The results of the Riverina Skills Study were revealed at Charles Sturt in Wagga Wagga on Tuesday 12 October, with special guests in attendance, and will show the extent of the skills shortage in the region.
The study involved more than 164 survey respondents, eight focus group participants and seven one-on-one interview participants.
RDA serves a population of 169,856 in towns including Wagga Wagga, Griffith, Cootamundra, Lockhart, Coolamon, Narrandera, Junee, Temora, Leeton, Hay and the Snowy Valleys.
The skills study aimed to understand which skills are in short supply, which future skills will be needed, and which collaborations are necessary to deliver solutions to meet the projected growth of the region.
Charles Sturt Director of External Engagement in Wagga Wagga and Albury-Wodonga Ms Samantha Beresford said the University was proud to be involved in an initiative that delivers an important assessment for the region.
"The RDA has shown tremendous leadership in highlighting key issues and engaging industry and community in this important conversation," she said.
"As an anchor institute in the Riverina, it is important that the University has a deep understanding of how we can help address skills shortages and workforce development to ensure the prosperity and growth of this wonderful region."
CEO and Director of Regional Development for RDA Riverina Ms Rachel Whiting said the collaboration with the University provided a model to use with other regional universities.
"We are very excited to be able to deliver the work that was conducted over the last two years," she said.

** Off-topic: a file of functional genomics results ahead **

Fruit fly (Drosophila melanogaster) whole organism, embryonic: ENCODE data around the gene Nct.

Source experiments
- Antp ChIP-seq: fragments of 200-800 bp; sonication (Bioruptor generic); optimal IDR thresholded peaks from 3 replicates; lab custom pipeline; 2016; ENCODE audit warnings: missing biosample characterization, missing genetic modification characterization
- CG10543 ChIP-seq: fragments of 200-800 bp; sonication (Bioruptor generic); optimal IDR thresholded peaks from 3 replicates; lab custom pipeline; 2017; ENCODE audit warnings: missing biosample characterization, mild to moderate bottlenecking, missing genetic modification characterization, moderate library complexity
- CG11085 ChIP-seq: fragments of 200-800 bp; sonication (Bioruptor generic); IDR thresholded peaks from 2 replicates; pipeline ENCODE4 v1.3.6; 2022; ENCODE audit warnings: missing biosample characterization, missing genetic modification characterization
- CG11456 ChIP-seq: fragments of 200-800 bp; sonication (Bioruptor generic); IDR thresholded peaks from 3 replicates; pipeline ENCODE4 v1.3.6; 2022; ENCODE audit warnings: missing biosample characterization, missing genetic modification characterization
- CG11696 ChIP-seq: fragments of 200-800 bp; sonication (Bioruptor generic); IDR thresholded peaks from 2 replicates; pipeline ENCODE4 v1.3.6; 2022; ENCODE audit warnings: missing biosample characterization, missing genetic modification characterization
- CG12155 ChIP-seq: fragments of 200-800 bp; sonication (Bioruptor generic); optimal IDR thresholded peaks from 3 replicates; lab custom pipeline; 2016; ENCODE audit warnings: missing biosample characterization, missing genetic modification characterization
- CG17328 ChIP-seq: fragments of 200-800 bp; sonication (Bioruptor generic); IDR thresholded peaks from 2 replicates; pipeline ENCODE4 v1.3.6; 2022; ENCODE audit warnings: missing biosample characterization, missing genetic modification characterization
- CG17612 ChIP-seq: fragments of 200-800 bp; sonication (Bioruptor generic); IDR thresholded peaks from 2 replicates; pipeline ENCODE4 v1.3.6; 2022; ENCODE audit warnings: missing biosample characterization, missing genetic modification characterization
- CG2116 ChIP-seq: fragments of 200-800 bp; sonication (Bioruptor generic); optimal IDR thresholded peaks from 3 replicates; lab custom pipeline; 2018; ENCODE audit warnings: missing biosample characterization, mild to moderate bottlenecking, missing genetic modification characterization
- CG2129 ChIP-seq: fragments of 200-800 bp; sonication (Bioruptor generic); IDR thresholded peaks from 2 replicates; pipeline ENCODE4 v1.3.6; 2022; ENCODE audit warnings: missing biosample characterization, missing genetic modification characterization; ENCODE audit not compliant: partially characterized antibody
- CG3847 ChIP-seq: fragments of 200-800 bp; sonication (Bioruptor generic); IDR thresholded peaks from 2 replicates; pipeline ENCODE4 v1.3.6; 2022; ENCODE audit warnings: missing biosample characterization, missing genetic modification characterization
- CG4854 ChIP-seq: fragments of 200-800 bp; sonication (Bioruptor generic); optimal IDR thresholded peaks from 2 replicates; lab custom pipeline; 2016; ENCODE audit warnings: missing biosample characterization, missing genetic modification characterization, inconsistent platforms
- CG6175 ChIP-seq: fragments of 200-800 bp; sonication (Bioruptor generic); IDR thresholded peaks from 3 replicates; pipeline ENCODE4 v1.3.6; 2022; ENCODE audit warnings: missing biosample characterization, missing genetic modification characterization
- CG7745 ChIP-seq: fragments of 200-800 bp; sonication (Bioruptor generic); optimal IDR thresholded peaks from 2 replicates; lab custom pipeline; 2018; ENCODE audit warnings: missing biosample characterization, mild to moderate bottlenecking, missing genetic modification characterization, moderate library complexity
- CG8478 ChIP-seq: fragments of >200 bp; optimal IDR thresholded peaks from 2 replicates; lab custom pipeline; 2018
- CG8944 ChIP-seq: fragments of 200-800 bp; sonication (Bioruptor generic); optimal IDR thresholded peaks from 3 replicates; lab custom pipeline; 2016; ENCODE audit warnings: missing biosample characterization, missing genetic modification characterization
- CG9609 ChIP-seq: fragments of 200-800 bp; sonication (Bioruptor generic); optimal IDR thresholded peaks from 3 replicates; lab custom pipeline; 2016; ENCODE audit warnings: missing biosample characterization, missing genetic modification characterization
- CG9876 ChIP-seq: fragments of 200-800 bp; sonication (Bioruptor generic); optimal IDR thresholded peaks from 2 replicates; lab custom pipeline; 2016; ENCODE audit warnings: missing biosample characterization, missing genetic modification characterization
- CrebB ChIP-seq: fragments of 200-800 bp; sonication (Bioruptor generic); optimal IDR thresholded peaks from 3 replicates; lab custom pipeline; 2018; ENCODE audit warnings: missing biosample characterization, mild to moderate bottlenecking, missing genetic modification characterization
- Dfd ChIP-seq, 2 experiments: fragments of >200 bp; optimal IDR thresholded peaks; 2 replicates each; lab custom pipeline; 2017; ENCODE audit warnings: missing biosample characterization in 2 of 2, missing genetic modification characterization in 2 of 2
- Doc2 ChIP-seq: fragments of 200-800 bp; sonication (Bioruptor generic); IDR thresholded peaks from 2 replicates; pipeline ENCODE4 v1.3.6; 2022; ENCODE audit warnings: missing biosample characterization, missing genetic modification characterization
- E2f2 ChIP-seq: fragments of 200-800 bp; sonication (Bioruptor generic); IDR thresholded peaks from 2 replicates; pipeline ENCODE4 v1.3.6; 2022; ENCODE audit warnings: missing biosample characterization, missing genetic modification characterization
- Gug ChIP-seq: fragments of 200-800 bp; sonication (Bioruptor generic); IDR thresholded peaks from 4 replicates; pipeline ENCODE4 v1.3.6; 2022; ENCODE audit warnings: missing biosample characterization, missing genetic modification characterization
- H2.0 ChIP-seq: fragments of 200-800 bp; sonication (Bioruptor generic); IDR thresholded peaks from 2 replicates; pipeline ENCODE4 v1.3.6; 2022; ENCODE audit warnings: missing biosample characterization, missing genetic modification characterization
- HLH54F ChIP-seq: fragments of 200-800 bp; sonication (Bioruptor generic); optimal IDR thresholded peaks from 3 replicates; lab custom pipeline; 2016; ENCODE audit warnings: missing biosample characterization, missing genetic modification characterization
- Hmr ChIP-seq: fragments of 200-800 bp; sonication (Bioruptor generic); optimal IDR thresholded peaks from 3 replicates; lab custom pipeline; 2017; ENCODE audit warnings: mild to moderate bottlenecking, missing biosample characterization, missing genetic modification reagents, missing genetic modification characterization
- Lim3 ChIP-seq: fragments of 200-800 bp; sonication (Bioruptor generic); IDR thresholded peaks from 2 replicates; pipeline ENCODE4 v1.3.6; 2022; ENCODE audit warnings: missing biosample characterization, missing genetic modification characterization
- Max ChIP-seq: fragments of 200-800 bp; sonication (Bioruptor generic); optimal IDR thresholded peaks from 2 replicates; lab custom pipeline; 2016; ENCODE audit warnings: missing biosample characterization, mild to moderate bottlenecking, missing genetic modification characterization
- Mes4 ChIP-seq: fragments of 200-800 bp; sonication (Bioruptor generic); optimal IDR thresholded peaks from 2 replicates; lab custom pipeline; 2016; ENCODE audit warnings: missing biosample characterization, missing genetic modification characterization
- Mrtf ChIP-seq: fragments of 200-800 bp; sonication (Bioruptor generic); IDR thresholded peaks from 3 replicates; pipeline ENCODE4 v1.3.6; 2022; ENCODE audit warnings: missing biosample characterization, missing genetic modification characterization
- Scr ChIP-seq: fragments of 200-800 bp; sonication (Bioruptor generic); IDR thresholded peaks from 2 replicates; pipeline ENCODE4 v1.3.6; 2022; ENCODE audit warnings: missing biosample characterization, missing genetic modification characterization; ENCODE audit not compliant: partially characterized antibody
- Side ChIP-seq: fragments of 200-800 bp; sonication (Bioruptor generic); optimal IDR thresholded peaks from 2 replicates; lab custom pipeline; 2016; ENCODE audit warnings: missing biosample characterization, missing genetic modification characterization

"The support by Charles Sturt University demonstrates the importance of the research presented in the Riverina Skills Study."
The top five industries to report difficulties were accommodation and food services, agriculture, forestry and fishing, health care and social assistance, manufacturing, and professional, scientific and technical services, according to 78 per cent of respondents.
An average of 48 per cent of vacancies in the past 12 months were unable to be filled with hospitality workers, health professionals, farm, forestry and garden workers, engineering ICT and science technicians and design, engineering, science and transport professionals cited as being difficult to find.
Business owners believed the main reasons positions remained vacant was due to a lack of qualified or experienced candidates or candidates unwilling to live and work in regional areas.
Almost 80 per cent of respondents felt that soft skills, including communication, teamwork, people skills, time management and problem solving, were important when hiring new staff.
Participants felt a focus in the region needed to be placed on improved youth retention, education, training and upskilling, addressing the gender segregation of the workforce and utilising the skilled migrant workforce.
Managing Director of Proway Livestock Equipment Mr Paul Gianniotis was an industry participant in the study.
He said the value of the report is that it collects factual data from industries that indicates the challenges being faced by regional businesses in the Riverina.
"While the results of the report will be no surprise to those in industry, it clearly highlights where the issues are being experienced for a considerable time now and our proposals to resolve them," he said.
Mr Gianniotis said he hopes private and public sectors use the findings of this study to enhance previous initiatives and implement new ones to address the skills shortage in the long term.
"The most challenging aspect of this exercise will be to act on the recommendations provided within the report," he said.
"This report goes a long way towards making these next steps in this journey."
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